To get there from Providence: In Kennedy Plaza, board Bus 22 towards Providence. It will turn into Bus 20. Ride for 18 minutes to the corner of Elmwood Ave. and Carlisle St. Exit the bus here and the entrance to Roger Williams Park is directly across the street. Enter the park and walk 6 minutes to the Zoo. Total travel time is 26 minutes.
Newport’s International Octoberfest (Oct. 11-12): This bona fide Bavarian weekend bubbles over with juicy bratwursts, yodeling and folk dance performances, a rousing entertainment lineup and more. This year, there will be three Biergartens and expanded outdoor courtyard space for endless amounts of festivities. A kid-friendly Kindergarten area rounds out fall’s choice festival as a place for the whole family to sample Oktoberfest’s multitude of flavors. All held along the beautiful Newport waterfront at the Newport Yachting Center. www.newportwaterfrontevents.com/event/international-oktoberfest/
To get there from Providence: Board Bus 60 in Kennedy Plaza towards Newport. This bus departs every 20 minutes. In about an hour and 13 minutes, get off at Marlborough and Duke streets in Newport. Exit the bus and walk straight ahead two minutes to Thames St. Take a left and walk 7 minutes to the Newport Yachting Center on the right side of Thames St. Total travel time is 1 hour 24 minutes.
Bowen’s Wharf Seafood Festival (Oct. 18-19): Honoring the “harvest of the sea,” the Bowen’s Wharf Seafood Festival offers copious amounts of seafood, continuous live music, and family fun, all beneath the wharf’s colorful tents. Neighboring restaurants and fisherman’s associations serve up their most celebrated seafood dishes (lobster dinners, clam chowder, stuffed quahogs, clam cakes, shrimp, scallops, raw oysters and clams, as well as a few dishes for landlubbers and kids). Under the music tent, live music – folk, Celtic, sea shanties and blues – are just a taste of what you’ll hear. Bring your dancing shoes, because these bands promise to get your feet moving! www.bowenswharf.com/events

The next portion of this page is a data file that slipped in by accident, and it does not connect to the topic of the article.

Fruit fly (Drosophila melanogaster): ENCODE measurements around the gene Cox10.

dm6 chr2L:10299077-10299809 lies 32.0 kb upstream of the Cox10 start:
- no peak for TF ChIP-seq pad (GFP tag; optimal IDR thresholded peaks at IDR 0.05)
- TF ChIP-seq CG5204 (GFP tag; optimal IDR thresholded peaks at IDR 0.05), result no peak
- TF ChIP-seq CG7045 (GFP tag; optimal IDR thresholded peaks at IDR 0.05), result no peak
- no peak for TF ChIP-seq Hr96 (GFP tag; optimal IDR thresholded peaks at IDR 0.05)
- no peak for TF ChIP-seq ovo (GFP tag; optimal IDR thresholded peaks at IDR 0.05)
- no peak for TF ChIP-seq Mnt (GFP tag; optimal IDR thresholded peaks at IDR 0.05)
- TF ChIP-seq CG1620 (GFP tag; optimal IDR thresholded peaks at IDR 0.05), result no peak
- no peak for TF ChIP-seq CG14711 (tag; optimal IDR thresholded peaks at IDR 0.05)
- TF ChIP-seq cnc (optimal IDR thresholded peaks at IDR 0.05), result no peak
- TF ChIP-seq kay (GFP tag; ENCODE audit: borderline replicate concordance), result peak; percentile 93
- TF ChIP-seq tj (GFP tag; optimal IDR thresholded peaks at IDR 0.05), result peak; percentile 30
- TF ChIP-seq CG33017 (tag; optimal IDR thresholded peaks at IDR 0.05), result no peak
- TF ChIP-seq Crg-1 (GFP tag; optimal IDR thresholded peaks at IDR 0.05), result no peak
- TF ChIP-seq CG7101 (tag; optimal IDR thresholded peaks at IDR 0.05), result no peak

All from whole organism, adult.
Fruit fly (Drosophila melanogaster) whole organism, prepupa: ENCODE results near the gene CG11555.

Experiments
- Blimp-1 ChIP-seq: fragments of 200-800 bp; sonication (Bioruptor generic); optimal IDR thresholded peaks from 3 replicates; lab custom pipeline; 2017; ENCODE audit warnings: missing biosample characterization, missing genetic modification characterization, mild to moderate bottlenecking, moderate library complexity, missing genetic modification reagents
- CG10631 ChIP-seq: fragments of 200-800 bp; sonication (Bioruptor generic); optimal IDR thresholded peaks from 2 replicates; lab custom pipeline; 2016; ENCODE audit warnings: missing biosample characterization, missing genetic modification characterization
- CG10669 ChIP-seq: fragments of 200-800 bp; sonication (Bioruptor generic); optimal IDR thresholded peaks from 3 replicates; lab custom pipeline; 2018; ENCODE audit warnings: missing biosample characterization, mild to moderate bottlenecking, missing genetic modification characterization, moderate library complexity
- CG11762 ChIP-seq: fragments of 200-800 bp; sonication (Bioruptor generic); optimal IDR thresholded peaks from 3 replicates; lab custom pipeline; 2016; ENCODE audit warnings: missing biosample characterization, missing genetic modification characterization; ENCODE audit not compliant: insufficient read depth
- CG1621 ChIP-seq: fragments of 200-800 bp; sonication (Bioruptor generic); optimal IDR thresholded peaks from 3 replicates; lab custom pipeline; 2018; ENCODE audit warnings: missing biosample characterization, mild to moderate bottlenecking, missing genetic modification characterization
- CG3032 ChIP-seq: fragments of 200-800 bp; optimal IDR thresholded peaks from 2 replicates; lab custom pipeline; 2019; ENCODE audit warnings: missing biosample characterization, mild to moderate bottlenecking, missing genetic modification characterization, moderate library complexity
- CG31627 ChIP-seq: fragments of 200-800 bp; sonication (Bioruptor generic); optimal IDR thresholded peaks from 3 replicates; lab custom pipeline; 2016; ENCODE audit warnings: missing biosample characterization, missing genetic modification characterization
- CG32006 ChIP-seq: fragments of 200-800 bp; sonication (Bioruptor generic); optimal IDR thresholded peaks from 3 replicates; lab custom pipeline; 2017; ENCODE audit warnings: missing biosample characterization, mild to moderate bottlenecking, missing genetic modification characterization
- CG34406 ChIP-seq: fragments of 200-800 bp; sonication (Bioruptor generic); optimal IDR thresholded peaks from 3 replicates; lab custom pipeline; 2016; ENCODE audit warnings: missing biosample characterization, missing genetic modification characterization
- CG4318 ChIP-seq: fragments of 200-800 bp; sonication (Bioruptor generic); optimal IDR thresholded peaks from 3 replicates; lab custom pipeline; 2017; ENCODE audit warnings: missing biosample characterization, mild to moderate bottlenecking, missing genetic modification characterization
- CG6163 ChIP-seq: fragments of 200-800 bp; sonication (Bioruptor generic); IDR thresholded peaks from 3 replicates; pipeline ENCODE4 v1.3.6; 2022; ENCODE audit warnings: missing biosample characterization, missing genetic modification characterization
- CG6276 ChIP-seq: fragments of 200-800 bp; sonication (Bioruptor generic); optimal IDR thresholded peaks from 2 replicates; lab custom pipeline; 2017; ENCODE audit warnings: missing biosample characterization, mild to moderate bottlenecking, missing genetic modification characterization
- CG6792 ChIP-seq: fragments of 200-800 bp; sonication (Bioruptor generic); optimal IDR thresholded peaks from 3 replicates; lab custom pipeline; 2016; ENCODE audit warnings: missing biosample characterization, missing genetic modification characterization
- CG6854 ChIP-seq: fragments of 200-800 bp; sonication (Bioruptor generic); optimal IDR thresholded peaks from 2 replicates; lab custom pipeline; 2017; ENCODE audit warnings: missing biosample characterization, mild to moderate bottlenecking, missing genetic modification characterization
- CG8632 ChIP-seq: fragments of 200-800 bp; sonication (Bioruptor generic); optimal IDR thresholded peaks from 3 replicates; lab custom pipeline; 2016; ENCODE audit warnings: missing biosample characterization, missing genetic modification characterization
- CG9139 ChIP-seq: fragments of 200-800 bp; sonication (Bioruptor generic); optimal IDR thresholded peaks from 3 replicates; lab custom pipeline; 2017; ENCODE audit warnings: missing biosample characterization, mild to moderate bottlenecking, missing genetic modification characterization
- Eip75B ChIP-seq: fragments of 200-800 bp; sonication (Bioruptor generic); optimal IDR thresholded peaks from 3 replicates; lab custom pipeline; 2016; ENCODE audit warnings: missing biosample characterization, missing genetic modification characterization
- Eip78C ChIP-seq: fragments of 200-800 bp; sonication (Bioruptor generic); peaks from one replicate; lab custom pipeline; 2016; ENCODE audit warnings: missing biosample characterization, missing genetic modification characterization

To get there from Providence: Board Bus 60 in Kennedy Plaza towards Newport. This bus departs every 20 minutes. In about an hour and 13 minutes, get off at Marlborough and Duke streets in Newport. Exit the bus and walk straight ahead two minutes to Thames St. Take a left and walk 5 minutes to Bowen’s Wharf, on the right side of Thames St. Total travel time is 1 hour 22 minutes.
Blackstone Valley Fall Foliage Tour (Oct. 22): One of the most unique ways to see Rhode Island’s gorgeous fall foliage. Hop aboard the Blackstone Valley’s Fall Foliage Train. On Oct. 22 at 9 am the train departs Woonsocket for a day-long excursion to Putnam CT, where you can shop for antiques and dine. One Depot Sq, Woonsocket. www.tourblackstone.com
To get there from Providence: Board Bus 54 in Kennedy Plaza towards Lincoln. After 51 minutes, exit the bus at 113 Clinton St. near the corner of High St. Cross the street and make a right and walk one minute to Depot Square. Total travel time is 56 minutes.
New and exciting places to stay
The Urban Beach House at The Attwater, Newport
The Attwater is a design-driven boutique hotel with a chic and modern edge not often seen in historic Newport. Urban Beach House rooms feature “outdoor style” showers and a “sand lounge” gathering spot in the front yard of the hotel. Top-notch amenities and stylish comfort are the order of the day. 22 Liberty St., 401-846-7444, www.theattwater.com
The Dean, Providence
A brothel-turned boutique hotel, the 52-room Dean is an urban oasis for Downcity travelers. With a decidedly cool Brooklyn vibe (it was designed by Brooklyn-based ASH NYC), the hotel merges cool (there are bunk beds) with a homegrown aesthetic (many of the furnishings and accessories are crafted by RI artists). 122 Fountain Street, Providence, 401-455-DEAN, 401-732-3100. www.thedeanhotel.com.
For further information:
Newport Convention and Visitors Bureau, 23 America’s Cup Avenue, Newport, RI 02840, 401-845-9151, 800-326-6030, www.gonewport.com.